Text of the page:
Development environment setup for Lisp

I was reading on Lisp as a development for a very long time (Paul Graham’s writing definitely played a factor, and also a couple of other things). I even did start on Land of Lisp but never could finish it, and Lisp fell off the radar.

I wanted to get back to this (more later) and had to setup a dev environment that would help me learn more. Even though clisp was an option, I didn’t want to rely on gedit and clisp on the command line. That didn’t feel right.

So, here is the account of how I went about setting up Lisp on a Linux Mint (Ubuntu would do just fine). If you are looking for instructions for Windows, most of these might work – YMMV.

  1. Based on this discussion on SO, I decided to use the ClozureCL. Even though SBCL and ClzureCL seem to be able to generate native binaries, I thought that the native support of threads is something that will be helpful in the longer run. Ideally though, it would have been nicer if there is no difference between the various LISP flavors
  2. The next step was to download the CCL on the Linux machine. Again, I preferred setting up everything on a Linux machine, just to avoid myself the pain of getting things working. The main idea is to write the Lisp code, not worry about the setup (though the latter took a lot of time too)
  3. Download the CCL from Clozure FTP  – got the 64bit version, since I was running a Linux Mint Nadia distro on a laptop and Linux Mint Maya on a VM.
  4. The installation required unzipping the file and that was very simple. Another change I did was to the $CCLDIR/scripts/ccl and $CCLDIR/scripts/ccl64 files, providing the directory for the CCL_DEFAULT_DIRECTORY
  5. Now this was the CCL setup and the next thing was – well, setting up the IDE. After a searching for a while, realized that the best suggested IDE seemed to be emacs. I have been trying to get my head around emacs (have been a intermediate vim user for a while, though haven’t done much for a while now). So, I thought, well, may be this is a good time for me to start on emacs
  6. emacs was already installed on my machine, so I went through the in-built tutorial. Again, based on comments, this seemed to be the best way of learning emacs. After crossing around 35% of the tutorial, I felt fairly ok to *start* on using emacs. Mind you, at this stage, I knew to navigate, a bit of yank and kill, and some keys that I remembered. Nothing fancy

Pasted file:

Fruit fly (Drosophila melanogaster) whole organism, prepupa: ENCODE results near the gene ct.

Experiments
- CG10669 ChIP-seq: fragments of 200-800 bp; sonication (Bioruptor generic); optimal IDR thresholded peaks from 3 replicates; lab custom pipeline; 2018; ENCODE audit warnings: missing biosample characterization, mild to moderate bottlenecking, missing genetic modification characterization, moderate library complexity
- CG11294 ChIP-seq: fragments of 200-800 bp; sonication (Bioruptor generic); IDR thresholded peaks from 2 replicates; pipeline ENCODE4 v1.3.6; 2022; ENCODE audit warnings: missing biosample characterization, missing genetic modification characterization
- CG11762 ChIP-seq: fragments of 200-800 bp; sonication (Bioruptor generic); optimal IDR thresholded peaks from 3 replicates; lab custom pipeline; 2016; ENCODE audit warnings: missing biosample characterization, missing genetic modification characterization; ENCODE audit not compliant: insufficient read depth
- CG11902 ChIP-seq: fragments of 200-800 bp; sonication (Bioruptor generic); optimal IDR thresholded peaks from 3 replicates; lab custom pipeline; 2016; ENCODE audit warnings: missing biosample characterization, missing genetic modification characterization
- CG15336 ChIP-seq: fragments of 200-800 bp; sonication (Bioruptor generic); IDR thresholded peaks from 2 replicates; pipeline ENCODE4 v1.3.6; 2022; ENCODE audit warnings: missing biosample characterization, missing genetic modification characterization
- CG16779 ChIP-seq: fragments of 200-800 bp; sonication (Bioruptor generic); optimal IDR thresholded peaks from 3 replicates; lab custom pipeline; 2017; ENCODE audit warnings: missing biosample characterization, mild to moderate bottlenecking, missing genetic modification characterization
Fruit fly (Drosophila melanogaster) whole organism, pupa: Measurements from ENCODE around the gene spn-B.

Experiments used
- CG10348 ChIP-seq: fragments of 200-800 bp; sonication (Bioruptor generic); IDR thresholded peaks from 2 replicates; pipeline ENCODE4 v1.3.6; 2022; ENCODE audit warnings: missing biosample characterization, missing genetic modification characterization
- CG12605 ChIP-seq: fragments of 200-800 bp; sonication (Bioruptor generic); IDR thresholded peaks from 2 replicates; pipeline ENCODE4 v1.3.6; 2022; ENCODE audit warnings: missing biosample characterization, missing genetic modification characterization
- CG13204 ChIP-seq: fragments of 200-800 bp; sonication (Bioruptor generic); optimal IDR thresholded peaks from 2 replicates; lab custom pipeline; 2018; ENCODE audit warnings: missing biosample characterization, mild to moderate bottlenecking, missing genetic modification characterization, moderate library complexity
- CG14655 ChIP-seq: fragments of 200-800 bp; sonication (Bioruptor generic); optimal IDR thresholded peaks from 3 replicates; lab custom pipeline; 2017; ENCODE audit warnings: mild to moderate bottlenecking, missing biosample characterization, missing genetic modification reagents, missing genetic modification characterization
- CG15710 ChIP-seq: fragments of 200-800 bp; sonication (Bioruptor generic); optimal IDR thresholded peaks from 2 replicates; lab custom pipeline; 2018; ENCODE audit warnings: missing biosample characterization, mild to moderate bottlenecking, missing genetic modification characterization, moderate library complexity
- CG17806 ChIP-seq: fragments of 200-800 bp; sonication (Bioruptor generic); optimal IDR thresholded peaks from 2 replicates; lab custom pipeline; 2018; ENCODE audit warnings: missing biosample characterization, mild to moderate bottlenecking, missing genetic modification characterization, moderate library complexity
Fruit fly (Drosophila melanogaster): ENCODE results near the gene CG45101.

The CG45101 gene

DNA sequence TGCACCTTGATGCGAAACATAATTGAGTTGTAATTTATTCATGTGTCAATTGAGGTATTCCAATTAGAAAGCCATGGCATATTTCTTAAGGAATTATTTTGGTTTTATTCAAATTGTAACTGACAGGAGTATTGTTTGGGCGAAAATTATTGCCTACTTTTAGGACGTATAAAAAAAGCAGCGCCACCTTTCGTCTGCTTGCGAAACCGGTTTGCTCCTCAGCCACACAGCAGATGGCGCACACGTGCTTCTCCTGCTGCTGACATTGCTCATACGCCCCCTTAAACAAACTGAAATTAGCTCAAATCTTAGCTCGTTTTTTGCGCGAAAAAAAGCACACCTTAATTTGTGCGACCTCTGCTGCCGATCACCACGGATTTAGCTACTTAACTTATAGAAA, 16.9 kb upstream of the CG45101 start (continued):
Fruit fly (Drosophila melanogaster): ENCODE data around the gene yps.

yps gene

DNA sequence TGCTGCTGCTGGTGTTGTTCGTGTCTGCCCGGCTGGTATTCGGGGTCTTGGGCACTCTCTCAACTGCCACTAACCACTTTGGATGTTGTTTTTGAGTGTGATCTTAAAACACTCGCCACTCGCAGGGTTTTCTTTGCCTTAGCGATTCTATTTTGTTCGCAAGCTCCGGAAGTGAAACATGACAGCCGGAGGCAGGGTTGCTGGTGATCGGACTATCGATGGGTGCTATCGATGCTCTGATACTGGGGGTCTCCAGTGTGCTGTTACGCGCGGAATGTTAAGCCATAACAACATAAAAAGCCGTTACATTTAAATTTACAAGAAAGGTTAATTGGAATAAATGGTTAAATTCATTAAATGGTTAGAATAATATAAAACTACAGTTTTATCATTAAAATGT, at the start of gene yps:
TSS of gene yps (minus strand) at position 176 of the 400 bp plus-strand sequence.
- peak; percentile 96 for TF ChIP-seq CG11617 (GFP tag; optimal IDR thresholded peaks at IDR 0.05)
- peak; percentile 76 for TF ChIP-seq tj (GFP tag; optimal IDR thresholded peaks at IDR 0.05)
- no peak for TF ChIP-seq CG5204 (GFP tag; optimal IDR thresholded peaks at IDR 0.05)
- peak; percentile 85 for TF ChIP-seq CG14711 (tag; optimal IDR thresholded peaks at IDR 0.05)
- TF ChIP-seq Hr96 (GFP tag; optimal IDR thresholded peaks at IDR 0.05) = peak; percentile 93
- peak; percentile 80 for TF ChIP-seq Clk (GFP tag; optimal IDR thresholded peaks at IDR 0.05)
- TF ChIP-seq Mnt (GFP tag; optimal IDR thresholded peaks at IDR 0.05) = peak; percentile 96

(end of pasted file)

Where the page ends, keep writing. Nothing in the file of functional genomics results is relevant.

7. Then I tried to ‘execute’ the lisp code. The first function was rather simple (defun myfn() (+ 2 3)) . When I tried to do this from the standard emacs, I couldn’t figure out how this could be done. The standard keys of M-x run-lisp didn’t work straight out of the box since I was not using clisp and the lisp was not installed in the default location. Trying to modify the ~/.emacs file by trying something like this –  didn’t help either. The inferior-lisp-program variable didn’t help it – the ccl wouldn’t execute. Or I would see warnings of swank that I didn’t understand.
  8. At this stage, I was very frustrated and thought that SLIME might be the only option out. Checking this  from SLIME documentation, made me think that SLIME might be the one I need to check.
  9. So, next thing, installing SLIME. This meant, installing SLIME and configuring it for CCL Clozure’s trac  is the location for the instructions.
  10. First download the beta-version of QuickLisp. QuickLisp is the apt-get / Maven / pypi / CPAN of Lisp. So, next thing to do, first download the quicklisp.lisp file curl -O http://beta.quicklisp.org/quicklisp.lisp
  11. Then load the quicklisp.lisp into CCL. Using ccl64 -l quicklisp.lisp
  12. Then call the install method (quicklisp-quickstart:install)
  13. This will download the required files and a directory is created here ~/quicklisp with the required modules
  14. Then (ql:quickload :quicklisp-slime-helper) on the same CCL session. This will install the SLIME modules for the CCL
  15. Then the ~/.emacs file has to be changed as mentioned in the http://trac.clozure.com/ccl/wiki/InstallingSlime. I provided the location of the ccl64 script file for the inferior-lisp-program variable.Also, instead of providing the location for the SLIME installation, provide the location of the slime-helper.el ;;(add-to-list ‘load-path “~/code/slime/”) ;or wherever you put it (load (expand-file-name "~/quicklisp/slime-helper.el")) (setq inferior-lisp-program "~/code/tools/ccl/scripts/ccl64 -K utf-8" ) More information on configuring SLIME is on SO
  16. Then the next step is to load SLIME. Before that, open the file that you want to compile. C-x C-f ~/code/test1.lisp
  17. Then load SLIME. M-x slime. If all is well, you should be prompted with a CL-USER> REPL prompt. You can test that the CCL is working by doing some simple function calls (defun myfn() (+ 2 3)) and calling this function (myfn), should do the trick.
  18.  Then the next thing to do is to be able to ‘compile’ the existing files loaded in the editor. On the file buffer, you can compile the file by typing C-c C-k. If the file doesn’t have any errors, you will see a message ‘compilation finished’
  19. The nice bit of this is that the SLIME gets the latest definitions if the file has been modified. So, you can switch to the SLIME buffer, C-x b, will switch to the last used buffer and you can call the function name to see that the new changes are picked up or not.
  20. And btw, to exit the lisp REPl, the function to use is (quit)

Hopefully the above instructions help you setup emacs, Clozure CL, SLIME and get you started on writing some Lisp code. I am still learning emacs, and a tip here – start with the inbuilt tutorial. It is a bit long, but it will be worth the time. I will publish my cheat-code for the emacs keys in the future some time.